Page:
The Rise, Fall, and Rise Again of the Illustrious GoPro
As GoPro celebrates the launch of their tenth product, it’s time to look back at the rollercoaster ride of their last twenty years.
If you picture a Californian tech entrepreneur, you might think of Steve Jobs of Apple or Jim Jannard of RED cameras, but would you think of Nicholas Woodman, founder of GoPro? He actually started the company in 2002 with a typical California backstory and a loan from Mum and Dad.
Woodman took the company to their IPO in 2014 when annual revenues topped nearly 1.5 billion dollars. But, a number of unsound investments in drone technology with their Karma product, virtual reality with their purchase of a French VR company, and chasing the 3D market maybe took their eye off selling the basic GoPro camera product.
Woodman was also a big fan of refreshing his entire product line—he did it twice. But, ultimately, sales began to slide even though innovation within the product was constant.
Were the lifestyle or action videographers turning their back on the brand that started it all off? Was the smartphone just too damn smart and ubiquitous?
2020 wasn’t a good year for anybody, but especially a brand that essentially needed you to go outside to use it. Revenue was down 25% from 2019 at $891,925.
However, a complete restructuring of the business has now turned GoPro into a direct-to-consumer retailer and it’s paying dividends.
The Surfer Businessman
In a nutshell, the story of the camera was actually the story of a camera strap to start with. Woodman was a surfer dude complete with his VW bus, but frustrated with the lack of photography tools for his passion. He wanted the “hero” action shots out on the ocean where the drama was. He also harbored ambitions of turning pro and was buoyed by his surfer friends’ encouragement to find a solution.
His first photographic product wasn’t actually a camera, but a wrist strap for a camera. It would attach to the camera, then hinge up when you wanted to take a photograph. You just pushed it back onto your wrist when you were finished.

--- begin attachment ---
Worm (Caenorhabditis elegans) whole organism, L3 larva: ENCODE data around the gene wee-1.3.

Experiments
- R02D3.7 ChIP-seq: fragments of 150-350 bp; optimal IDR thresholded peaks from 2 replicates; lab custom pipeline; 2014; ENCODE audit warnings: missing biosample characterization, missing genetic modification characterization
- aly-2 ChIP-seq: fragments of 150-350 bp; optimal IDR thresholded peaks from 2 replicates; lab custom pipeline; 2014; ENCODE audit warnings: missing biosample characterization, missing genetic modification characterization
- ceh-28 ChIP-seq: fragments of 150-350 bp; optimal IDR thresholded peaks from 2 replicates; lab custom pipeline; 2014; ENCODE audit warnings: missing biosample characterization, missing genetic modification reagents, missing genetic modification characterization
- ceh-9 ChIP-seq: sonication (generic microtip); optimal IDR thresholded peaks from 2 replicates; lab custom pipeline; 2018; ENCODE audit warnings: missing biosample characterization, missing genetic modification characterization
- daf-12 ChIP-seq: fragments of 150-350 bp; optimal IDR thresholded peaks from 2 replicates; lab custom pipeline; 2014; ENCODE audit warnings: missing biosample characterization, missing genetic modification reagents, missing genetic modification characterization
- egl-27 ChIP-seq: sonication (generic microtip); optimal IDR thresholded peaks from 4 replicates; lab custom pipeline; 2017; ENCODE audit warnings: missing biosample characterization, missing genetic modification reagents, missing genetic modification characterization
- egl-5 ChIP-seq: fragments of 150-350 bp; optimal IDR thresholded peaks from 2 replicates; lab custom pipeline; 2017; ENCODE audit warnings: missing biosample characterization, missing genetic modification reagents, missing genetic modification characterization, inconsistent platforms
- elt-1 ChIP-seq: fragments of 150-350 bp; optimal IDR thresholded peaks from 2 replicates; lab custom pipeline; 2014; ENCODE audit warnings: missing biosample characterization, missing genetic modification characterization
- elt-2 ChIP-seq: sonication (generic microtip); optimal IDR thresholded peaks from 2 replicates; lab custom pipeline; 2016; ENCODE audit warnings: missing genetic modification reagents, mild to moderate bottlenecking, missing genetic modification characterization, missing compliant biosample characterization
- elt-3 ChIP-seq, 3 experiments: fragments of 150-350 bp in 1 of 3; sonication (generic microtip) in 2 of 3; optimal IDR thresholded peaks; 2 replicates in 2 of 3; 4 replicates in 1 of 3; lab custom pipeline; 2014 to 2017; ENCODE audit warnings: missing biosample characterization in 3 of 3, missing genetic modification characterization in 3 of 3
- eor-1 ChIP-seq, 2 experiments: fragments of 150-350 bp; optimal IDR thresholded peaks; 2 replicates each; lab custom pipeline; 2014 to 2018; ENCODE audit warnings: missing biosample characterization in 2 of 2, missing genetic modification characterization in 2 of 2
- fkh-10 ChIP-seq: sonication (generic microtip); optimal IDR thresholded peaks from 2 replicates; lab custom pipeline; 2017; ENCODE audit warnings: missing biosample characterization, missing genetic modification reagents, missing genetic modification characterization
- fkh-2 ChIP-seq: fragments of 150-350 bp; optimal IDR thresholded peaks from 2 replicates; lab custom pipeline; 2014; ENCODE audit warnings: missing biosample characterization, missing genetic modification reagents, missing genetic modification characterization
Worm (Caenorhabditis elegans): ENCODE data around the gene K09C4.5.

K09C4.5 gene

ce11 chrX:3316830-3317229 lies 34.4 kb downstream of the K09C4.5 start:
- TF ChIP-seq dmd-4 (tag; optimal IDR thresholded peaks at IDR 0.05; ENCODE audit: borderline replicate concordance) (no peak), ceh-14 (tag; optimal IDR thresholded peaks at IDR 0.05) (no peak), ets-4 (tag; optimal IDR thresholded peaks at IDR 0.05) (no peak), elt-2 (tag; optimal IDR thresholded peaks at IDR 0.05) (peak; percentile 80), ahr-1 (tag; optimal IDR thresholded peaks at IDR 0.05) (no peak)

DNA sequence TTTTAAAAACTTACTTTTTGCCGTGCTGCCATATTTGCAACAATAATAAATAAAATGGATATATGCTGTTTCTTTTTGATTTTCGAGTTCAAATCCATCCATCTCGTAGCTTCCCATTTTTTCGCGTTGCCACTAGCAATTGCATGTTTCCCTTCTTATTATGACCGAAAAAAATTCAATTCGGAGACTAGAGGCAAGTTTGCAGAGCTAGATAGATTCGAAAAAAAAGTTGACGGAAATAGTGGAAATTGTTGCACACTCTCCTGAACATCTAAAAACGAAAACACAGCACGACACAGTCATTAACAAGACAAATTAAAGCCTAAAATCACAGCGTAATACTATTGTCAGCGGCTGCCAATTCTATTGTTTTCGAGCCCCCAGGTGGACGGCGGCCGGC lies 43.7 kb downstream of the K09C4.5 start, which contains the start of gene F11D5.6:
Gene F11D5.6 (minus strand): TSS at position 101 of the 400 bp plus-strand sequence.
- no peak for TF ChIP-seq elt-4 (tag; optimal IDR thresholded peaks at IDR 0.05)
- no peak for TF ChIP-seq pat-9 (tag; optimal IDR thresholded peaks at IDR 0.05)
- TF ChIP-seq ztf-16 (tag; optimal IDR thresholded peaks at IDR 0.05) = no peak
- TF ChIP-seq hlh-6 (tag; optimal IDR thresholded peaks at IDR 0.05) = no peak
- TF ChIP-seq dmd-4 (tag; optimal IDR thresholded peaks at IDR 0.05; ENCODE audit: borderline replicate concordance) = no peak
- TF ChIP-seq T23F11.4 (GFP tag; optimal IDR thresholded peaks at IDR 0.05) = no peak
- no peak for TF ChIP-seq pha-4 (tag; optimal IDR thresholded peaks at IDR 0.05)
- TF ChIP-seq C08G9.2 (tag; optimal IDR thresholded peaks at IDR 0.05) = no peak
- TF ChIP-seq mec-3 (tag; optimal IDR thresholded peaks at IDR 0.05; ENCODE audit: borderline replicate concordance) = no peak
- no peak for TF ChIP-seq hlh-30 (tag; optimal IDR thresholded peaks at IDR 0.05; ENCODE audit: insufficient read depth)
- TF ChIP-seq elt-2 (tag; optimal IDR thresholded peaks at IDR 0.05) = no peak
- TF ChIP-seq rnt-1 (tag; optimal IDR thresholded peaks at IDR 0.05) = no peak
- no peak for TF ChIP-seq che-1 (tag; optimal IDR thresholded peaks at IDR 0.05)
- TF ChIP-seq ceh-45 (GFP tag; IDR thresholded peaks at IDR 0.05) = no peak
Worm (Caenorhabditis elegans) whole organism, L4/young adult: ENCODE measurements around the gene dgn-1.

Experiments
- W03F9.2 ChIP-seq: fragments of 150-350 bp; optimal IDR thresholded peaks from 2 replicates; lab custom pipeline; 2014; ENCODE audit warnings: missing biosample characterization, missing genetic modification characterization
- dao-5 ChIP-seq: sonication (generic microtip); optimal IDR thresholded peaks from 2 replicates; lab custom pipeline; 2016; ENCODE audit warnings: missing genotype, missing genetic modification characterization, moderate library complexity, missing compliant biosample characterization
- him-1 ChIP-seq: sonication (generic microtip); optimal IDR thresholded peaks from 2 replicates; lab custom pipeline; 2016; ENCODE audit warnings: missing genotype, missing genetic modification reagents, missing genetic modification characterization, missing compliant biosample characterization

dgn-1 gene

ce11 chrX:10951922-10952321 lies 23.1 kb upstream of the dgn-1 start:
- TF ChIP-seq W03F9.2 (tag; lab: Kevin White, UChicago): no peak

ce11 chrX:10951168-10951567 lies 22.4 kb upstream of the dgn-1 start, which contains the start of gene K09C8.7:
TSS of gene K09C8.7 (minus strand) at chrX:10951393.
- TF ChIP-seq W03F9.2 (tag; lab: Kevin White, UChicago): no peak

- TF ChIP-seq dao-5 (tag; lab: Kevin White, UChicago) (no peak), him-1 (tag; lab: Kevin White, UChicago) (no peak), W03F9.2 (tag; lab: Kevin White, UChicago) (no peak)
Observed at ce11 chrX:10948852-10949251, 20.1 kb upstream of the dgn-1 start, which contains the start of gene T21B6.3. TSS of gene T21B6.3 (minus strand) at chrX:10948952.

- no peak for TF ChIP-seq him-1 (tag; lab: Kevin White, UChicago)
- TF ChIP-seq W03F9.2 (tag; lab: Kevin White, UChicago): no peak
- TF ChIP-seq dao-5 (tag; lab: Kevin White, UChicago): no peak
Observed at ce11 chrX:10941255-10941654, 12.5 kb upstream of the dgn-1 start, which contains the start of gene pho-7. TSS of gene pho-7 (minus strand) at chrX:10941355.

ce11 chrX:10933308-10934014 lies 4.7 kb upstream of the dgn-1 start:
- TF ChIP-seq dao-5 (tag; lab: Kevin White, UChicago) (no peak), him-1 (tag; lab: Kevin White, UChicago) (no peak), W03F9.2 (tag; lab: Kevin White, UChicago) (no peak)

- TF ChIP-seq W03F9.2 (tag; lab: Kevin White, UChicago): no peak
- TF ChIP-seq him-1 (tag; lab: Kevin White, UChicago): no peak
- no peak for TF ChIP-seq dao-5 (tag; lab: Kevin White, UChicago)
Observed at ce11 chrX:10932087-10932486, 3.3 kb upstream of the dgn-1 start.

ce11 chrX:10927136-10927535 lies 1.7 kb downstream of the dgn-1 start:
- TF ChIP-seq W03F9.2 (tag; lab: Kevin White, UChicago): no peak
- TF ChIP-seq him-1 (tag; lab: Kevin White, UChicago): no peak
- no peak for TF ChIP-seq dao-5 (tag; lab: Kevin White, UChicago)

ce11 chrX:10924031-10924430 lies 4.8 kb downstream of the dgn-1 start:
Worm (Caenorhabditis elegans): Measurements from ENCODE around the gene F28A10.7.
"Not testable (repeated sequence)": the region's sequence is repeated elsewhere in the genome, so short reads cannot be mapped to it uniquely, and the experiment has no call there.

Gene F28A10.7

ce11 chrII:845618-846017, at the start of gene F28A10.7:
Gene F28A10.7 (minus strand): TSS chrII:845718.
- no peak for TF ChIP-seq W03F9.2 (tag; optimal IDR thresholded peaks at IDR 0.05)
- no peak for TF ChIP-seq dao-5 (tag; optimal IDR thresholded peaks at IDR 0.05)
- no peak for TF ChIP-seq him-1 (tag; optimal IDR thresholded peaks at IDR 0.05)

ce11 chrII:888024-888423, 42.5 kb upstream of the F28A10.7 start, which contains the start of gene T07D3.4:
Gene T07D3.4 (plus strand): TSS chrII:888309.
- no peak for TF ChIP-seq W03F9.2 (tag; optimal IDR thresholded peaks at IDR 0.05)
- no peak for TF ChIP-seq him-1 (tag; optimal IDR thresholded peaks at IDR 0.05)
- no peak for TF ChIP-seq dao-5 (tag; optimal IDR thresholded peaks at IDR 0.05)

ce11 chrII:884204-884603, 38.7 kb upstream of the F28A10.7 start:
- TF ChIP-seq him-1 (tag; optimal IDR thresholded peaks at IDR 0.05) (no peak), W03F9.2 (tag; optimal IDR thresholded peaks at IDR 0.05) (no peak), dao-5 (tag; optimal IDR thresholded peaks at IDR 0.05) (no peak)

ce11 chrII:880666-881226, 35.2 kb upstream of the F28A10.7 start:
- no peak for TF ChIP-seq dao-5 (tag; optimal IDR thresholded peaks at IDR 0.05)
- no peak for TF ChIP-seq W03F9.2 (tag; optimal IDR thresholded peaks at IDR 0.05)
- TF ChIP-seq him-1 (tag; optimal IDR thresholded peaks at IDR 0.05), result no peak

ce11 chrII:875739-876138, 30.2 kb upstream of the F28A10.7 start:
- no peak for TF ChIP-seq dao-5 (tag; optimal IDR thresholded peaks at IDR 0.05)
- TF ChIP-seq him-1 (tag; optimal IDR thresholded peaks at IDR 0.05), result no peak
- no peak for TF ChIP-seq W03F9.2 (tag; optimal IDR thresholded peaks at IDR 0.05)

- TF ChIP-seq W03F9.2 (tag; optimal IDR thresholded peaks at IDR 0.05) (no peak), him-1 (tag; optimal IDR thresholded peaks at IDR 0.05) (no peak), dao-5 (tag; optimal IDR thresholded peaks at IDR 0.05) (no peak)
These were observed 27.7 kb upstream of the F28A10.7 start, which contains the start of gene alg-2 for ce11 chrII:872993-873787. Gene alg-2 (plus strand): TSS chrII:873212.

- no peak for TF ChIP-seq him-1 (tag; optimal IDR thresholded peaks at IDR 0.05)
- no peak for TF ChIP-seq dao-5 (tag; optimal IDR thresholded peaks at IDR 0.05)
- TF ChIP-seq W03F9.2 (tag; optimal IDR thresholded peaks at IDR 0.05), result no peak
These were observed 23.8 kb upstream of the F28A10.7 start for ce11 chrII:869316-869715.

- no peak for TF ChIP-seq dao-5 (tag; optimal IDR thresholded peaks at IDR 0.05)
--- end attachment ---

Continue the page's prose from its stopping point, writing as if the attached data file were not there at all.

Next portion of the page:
Woodman’s initial thought was to rely on customers to use their own camera, but was soon in negotiations with Chinese manufacturers to make one for him. It was to be a basic 35mm film model, with a strap in a waterproofed plastic case as a package. (You can still buy the package on eBay today).
Not a Great Camera But a Great Concept
He sold the first GoPros in 2004 and ended the year with revenues of $150,000, the next year was $350,000 after he started selling on the QVC shopping channel.
Through the next few years, after finally launching a digital video camera, the GoPro HERO3 became the standard for capturing action sports.
In fact, according to IDC data, in the first half of 2012, GoPro was responsible for 21.5% of digital camcorders in the U.S., up from 6% the previous year. At the time, GoPro was America’s fastest-growing company.
No wonder by 2013 Woodman had reached billionaire status and became the darling of Silicon Valley, with investors clamoring to buy a piece for themselves—they didn’t have long to wait.
But, the fact was that the first few GoPro cameras weren’t great products. The concept of owning your own action camera, however, was a game-changer. People bought them in multiples and the sports-action genre exploded. Nobody seemed to mind that the quality of the cameras weren’t the best, they were too busy having fun and recording it on the slopes.
The first ones looked like a compact stills camera housed in a waterproof plastic housing. It was claimed to work down to 60m. Once in the housing, you couldn’t use the audio inputs or the HDMI output. Also, there were only two buttons—one a power/mode button and the other a select/record button.
The colorimetry of the HERO2, for example, wasn’t something you’d call cutting edge. But, GoPro had doubled the resolution from the HERO1 with an 11MP sensor from the 5MP of the first model. Of course, image quality wasn’t really why people bought these cameras. Everyone bought in to the lifestyle that Woodman was peddling and sales rocketed.